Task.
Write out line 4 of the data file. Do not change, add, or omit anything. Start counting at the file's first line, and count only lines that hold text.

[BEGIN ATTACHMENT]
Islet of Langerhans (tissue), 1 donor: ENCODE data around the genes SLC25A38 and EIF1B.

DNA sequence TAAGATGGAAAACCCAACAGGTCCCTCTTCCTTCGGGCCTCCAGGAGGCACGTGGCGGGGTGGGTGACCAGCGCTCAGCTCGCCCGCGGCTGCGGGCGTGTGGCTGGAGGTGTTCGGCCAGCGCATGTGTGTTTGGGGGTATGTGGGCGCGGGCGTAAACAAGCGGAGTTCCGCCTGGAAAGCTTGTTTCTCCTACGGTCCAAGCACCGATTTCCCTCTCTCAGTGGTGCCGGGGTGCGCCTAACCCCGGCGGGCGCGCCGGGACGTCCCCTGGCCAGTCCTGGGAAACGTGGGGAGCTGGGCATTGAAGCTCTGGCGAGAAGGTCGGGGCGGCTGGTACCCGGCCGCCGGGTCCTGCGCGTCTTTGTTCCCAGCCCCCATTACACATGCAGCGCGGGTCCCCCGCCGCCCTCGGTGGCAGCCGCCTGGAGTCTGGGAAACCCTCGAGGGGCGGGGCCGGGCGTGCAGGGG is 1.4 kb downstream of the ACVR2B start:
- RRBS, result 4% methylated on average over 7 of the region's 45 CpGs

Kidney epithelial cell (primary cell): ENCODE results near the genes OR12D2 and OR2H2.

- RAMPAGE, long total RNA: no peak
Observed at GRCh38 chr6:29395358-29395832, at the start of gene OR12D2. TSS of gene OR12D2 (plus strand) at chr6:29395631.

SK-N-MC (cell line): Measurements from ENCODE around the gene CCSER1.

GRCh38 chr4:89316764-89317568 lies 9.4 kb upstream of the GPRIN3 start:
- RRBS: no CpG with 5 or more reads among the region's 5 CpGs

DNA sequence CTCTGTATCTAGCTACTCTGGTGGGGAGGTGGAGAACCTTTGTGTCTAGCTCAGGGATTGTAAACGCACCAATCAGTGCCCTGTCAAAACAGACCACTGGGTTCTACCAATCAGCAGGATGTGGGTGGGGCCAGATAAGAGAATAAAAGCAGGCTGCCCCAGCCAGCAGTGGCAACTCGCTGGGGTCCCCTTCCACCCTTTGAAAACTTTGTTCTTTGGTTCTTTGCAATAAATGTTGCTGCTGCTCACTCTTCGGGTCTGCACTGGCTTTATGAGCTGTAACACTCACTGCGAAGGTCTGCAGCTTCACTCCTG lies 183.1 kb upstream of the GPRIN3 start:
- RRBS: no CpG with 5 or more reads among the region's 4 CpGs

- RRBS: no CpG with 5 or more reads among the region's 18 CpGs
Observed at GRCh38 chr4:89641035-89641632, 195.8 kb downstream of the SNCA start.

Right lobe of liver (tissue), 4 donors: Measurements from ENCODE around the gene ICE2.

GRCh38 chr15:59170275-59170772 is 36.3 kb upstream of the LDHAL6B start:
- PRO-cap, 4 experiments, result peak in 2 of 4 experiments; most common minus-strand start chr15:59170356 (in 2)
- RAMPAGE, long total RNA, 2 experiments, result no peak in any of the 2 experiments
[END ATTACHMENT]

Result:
Kidney epithelial cell (primary cell): ENCODE results near the genes OR12D2 and OR2H2.